Analysis was performed using the GSMA software (http://www.kcl.ac.uk/mmg/research/gsma/), with 10,000 simulations and nominal significance. The traditional 30-cM bin definition gives a total of 120 bins on the basis of the Marshfield genetic map (http://www.bli.uzh.ch/BLI/Projects/genetics/maps/marsh.html). To control for multiple testing, we used a Bonferroni correction for the number of bins across the genome: for 30-cM bins, a P-value of 0.00042 (0.05/120 = 0.00042) was necessary for genome-wide significant evidence of linkage, and a P-value of 1/120 = 0.0083 for suggestive evidence of linkage. Corresponding P-values were calculated for other bin sizes. Considering the different number of cases for the three diseases, the number of cases of each disease was weighted, with each R study value being multiplied by its study’s weight, divided by the mean of this value over all studies, as discussed firstly by Levinson et al.
The selection criteria and data requests provided 35 studies for 2DM comprising 378,132 samples (4,532 pedigree, 42,200 cases, 86,253 controls) (Additional file1: Table S1); 36 studies for obesity or BMI-defined obesity comprising 358,860 samples (9,973 pedigree, 348,887 subjects) (Additional file1: Table S2); and 21 CAD studies comprising 191,126 samples (2,036 pedigree, 69,828 case, 119,262 control) (Additional file1: Table S3).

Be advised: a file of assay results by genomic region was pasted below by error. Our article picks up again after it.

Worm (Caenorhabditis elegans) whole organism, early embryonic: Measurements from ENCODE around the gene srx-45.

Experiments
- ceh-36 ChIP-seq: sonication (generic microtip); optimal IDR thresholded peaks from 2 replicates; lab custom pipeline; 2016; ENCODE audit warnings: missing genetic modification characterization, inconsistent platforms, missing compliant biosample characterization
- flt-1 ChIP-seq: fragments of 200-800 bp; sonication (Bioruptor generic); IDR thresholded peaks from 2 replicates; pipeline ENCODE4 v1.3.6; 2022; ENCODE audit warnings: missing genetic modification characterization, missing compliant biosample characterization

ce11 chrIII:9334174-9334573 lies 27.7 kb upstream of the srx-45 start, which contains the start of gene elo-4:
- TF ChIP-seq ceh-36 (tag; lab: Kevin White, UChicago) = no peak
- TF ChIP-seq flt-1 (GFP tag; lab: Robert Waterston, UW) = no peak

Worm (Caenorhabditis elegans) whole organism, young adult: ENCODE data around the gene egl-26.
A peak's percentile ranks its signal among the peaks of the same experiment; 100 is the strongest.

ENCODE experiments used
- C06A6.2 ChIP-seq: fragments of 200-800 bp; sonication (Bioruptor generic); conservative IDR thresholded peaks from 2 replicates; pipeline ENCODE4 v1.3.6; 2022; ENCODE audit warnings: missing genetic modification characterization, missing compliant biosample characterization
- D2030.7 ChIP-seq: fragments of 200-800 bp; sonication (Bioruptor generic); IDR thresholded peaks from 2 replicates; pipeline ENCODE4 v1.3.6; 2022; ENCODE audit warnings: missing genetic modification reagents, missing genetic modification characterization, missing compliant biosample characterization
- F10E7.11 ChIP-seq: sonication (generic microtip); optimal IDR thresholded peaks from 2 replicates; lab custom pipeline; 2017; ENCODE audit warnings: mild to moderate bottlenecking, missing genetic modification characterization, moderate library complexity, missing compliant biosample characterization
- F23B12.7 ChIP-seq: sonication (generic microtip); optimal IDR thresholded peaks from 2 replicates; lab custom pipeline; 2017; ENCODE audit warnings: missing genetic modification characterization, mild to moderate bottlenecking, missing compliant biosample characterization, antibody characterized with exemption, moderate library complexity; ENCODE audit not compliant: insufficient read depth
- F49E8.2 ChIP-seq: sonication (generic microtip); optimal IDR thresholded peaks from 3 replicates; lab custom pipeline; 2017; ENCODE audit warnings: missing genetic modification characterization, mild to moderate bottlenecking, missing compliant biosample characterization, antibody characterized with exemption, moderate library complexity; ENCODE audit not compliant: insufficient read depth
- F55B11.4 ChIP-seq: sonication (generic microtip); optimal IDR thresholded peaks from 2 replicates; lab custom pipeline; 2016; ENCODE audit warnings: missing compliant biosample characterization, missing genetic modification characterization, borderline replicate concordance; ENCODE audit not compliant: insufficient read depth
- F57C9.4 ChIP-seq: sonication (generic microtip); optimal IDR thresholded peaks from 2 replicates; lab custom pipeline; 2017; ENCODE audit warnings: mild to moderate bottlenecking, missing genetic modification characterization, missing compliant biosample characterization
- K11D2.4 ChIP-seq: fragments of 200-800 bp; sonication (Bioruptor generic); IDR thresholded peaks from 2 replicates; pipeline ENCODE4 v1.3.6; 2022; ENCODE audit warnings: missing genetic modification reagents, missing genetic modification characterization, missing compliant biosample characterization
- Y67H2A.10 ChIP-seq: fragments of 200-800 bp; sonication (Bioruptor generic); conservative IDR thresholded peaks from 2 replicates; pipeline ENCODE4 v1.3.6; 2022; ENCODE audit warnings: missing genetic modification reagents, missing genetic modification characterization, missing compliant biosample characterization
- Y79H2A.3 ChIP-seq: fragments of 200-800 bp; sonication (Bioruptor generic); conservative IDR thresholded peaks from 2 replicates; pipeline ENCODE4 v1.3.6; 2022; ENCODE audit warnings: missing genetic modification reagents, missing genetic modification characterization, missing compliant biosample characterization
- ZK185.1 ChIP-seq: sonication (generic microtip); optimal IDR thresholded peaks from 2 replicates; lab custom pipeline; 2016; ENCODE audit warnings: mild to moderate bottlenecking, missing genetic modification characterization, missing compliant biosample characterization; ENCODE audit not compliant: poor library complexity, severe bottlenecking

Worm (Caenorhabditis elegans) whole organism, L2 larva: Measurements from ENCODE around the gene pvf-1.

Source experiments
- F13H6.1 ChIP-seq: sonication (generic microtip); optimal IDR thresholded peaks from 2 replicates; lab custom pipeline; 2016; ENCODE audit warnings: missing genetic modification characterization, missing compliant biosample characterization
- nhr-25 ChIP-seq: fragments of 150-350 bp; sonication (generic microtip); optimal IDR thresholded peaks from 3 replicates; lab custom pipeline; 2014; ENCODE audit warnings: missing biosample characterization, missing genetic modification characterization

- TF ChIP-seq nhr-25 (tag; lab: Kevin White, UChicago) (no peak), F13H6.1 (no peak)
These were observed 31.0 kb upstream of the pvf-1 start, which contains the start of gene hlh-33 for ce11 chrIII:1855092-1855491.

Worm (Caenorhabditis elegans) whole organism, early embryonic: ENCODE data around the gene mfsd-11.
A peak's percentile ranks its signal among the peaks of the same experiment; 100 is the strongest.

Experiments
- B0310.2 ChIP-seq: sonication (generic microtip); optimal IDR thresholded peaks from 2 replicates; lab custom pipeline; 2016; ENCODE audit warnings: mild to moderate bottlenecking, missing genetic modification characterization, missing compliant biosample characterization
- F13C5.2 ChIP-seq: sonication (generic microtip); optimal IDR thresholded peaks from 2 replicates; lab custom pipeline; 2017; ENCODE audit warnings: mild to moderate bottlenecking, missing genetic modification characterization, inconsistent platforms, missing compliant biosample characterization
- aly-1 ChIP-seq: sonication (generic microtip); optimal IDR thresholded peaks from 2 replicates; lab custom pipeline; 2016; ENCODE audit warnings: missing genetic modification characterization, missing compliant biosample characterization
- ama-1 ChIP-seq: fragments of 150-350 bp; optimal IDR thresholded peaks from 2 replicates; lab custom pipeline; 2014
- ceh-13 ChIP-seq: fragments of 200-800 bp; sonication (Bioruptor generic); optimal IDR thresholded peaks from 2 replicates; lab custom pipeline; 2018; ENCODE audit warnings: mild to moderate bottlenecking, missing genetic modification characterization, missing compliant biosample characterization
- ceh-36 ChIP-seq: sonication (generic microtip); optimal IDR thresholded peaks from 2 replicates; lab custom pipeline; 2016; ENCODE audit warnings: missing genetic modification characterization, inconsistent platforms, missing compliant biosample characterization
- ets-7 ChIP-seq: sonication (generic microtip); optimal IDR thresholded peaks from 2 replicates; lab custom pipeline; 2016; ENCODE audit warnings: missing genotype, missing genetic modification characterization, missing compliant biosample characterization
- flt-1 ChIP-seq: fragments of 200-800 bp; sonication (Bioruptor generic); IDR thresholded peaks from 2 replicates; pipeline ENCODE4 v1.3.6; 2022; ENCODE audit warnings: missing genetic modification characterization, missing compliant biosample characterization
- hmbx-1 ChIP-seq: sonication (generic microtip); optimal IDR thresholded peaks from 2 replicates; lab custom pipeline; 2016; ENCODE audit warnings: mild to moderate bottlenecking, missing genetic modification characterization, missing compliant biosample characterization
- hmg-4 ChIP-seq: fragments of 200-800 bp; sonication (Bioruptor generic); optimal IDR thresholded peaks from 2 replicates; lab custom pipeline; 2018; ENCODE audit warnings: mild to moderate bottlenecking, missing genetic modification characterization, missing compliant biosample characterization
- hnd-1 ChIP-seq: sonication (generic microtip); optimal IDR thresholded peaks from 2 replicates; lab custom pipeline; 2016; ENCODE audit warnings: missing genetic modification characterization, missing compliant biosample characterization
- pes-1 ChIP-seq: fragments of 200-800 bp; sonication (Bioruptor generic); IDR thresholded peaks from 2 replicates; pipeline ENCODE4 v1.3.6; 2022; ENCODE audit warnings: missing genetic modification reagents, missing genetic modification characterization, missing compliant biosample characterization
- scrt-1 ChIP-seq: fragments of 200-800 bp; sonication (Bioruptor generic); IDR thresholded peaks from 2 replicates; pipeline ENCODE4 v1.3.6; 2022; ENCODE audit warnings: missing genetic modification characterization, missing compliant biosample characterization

Linkage evidence for each disease
For linkage evidence of 2DM, bin 6.2 reached genome-wide significance (P SR = 0.000143), with two adjacent bins (6.4 and 6.5) showing nominal significance (Figure1, Table1). Three other bins, 9.3, 10.5, 16.3, also reached suggestive level (P SR = 0.001767, P SR = 0.003829 and P SR = 0.005043, respectively) (Figure1, Table1). Bin 8.5 and 11.2 showed nominal significance (Figure1, Table1).
For obesity, bin 11.2 and 16.3 reached suggestive level (P SR = 0.001822 and P SR = 0.004428, respectively, Figure1, Table1). And six other bins (19.3, 6.3, 6.4, 4.5, 9.3 and 9.4) showed nominal significance (Figure1, Table1). For CAD, two bins, 10.5 and 9.3, reached the suggestive level (P SR = 0.001135 and P SR = 0.007895, respectively). And six other bins,16.3, 11.5, 15.3, 7.3, 9.4 and 7.4, showed nominal significance (Figure1, Table1).
Linkage evidence for combined each two or all three diseases
In pooled analysis, bin 9.3 and bin 6.5 were most likely to be shared by all the three diseases. Bin 9.3 reached suggestive evidence for 2DM/CAD (P SR = 0.002362) and 2DM/obesity (P SR = 0.000543), and normial evidence for CAD/obesity (P SR = 0.0405) (Figure2, Table2). However, this region achieved genomewide significant evidence in pooled all the three diseases (P SR = 0.000276). Bin 6.5 reached suggestive evidence for 2DM/obesity (P SR = 0.003457) and CAD/obesity (P SR = 0.006592), yet no significant evidence for 2DM/CAD (P SR = NS) (Figure2, Table2). Still, in pooled all the three disease, this region showed suggestive evidence with a much smaller value of P SR (P SR =0.00205) (Figure2, Table2).
Bin 16.3 and bin 4.5 were most likely to be shared by 2DM and obesity only. In 2DM/obesity, these two bins achieved genomewide significant evidence (P SR = 4.75E-05 and 0.000159, respectively) (Figure2, Table2). For bin 16.3, it showed norminal evidenc for 2DM/CAD and suggestive evidence for CAD/Obesity (P SR = 0.022471 and 0.006016, respectively) (Figure2, Table2). For bin 4.5, it showed norminal evidence for CAD/obesity (P SR = 0.042347) and no significant evidence for 2DM/CAD (P SR = NS) (Figure2, Table2). In pooled all three diseases, the evidence decreased to be suggestive level for either bin 16.3 or bin 4.5 (P SR =0.000505 and 0.004021, respectively) (Figure2, Table2).